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vatory is reached by circular stairs from the study. This forwarded to me last spring about an ounce of seed, which house can be built of wood for not far from $2,000, but was sown on good land with oats; when barvesting the at this price there would be no scope for any superfluities oats I found stalks of the Alsyke in blossom, of about 31 of decoration, though every part would be built durably inches high. and tastefully.—Tucker's Annual Register.
From my limited acquaintance with this clover, I do
not feel authorized to recommend its general culture to (For the Country Gentleman and Cultivator.)
the exclusion of the varieties so long cultivated among us. ALSIKE OR SWEDISH CLOVER.
But I have no hesitation in giving it as my opinion, that
as a forage plant for the summer, or winter keep for sheep, of the above named clover, the Patent office Report of there can be nothing better, and that it would " afford an
excellent forage for bees," and its durability in tlie soil, “It is best adapted to moist and strong soils, and has gives it a preference over the red clovers. With this I for: the property of self-sowing, when the flowers are left to ward you a sample, saved as fodder, and a few stalks pressed to mature, which will cause it to endure fifteen, twenty or between papers. Upon examination, you will notice its more years. The usual course to pursue, is to cut it once superabundance of heads and blossoms, its numerous a year for hay, afterwards leaving it for pasturage. Its leaves, and fine stalks and branches, and in conclusion, I flowers, which put forth in June in great profusion, resem- think you will coincide with my views in regard to its ble in shape those of the common white clover, but are value as a forage plant for “sheep and bees," to say nothlarger and of a rosy tint, of a sweet agreeable ódor, and ing about cattle and horses.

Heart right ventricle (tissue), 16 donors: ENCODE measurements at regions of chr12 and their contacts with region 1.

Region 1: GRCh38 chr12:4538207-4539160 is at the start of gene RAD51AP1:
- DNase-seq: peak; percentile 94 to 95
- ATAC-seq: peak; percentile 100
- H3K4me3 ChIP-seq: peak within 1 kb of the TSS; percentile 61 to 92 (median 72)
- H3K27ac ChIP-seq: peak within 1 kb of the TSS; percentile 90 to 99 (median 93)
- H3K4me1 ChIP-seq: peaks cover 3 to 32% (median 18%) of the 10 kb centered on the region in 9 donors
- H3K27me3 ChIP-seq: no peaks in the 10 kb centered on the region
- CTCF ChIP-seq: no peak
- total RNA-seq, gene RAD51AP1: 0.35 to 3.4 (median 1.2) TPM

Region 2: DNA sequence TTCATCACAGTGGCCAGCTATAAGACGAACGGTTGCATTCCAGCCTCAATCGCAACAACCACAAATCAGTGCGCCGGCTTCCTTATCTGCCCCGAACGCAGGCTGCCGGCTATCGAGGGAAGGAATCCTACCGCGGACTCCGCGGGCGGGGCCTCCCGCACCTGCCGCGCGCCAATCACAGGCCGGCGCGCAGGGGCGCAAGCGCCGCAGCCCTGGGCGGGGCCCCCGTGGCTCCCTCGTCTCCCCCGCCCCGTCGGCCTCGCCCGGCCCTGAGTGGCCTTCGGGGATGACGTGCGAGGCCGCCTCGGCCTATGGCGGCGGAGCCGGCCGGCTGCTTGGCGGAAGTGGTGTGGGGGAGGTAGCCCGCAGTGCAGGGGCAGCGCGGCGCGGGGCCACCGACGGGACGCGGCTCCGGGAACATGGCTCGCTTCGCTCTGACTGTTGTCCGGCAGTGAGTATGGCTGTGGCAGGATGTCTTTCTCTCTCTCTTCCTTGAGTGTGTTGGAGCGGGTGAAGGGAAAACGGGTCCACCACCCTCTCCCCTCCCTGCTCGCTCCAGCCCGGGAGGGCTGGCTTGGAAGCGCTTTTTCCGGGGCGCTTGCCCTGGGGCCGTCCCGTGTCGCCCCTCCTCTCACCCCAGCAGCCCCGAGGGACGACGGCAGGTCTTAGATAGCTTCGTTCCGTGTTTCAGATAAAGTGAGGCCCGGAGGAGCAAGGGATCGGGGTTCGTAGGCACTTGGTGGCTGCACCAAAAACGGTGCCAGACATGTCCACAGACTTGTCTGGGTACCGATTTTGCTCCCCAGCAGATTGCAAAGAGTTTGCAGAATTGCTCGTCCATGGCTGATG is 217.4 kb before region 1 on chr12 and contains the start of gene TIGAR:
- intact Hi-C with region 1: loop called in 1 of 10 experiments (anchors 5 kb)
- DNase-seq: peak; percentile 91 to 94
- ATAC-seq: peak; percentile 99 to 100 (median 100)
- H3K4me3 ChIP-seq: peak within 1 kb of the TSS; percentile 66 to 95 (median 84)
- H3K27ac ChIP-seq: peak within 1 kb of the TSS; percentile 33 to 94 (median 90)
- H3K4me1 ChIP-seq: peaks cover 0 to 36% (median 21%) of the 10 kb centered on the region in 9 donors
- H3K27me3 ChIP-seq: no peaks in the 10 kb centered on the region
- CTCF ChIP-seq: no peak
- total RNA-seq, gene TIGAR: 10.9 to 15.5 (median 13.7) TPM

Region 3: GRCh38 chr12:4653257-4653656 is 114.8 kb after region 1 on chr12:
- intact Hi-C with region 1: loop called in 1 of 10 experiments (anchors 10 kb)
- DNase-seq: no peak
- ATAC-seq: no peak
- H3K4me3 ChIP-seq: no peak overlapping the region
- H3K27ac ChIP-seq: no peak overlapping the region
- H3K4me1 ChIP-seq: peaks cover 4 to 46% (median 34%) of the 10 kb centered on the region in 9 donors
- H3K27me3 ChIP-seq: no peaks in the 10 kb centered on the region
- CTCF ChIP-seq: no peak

LETI BARTLETT excellent forage for bees. It may be sown with autumn or spring grain; with the latter it is preferable, to prevent
VALUABLE RECIPES. winter killing." In the Canadian Agriculturist of Feb., 1858, appears an
TO PRESERVE EGGS.- Provide a small copboard, safe, article on this variety of clover, by Patrick R. Wright, or tier of shelves; bore these shelves full of holes one and a more than sustaining all that is said in its favor in the quarter inches in diameter, and place the eggs in thein, point Patent Office Report. A lengthy extract from Mr. Wright's downwards. They will keep sound for several months. Other communication can be found at page 394, No. 25, vol. 11, modes, such as packing in salt, &c., depend for their success of the Co. Gent., from which I make some extracts. Mr. simply on placing the points down; the shelves are more conW. says:
venient and accessible. “Both cattle and sheep are so fond of it, that the com- ANTS.—These animals are known to avoid drawers and mon kind of clover, or timothy and clover mixed, are boxes made of red cedar. Red cedar shavings placed in them quite disregarded if access can be had to the Alsyke, both
or on shelves, will repel them. as pasture and hay. The common red clover will last only
WALL PAPER is often cleaned by the use of wheat bran, two years in perfection, and often, if the soil is cold and moist, nearly half the plants will rot, besides it is liable to but common wheat bread is decidedly better. be thrown out or winter killed, and in the second year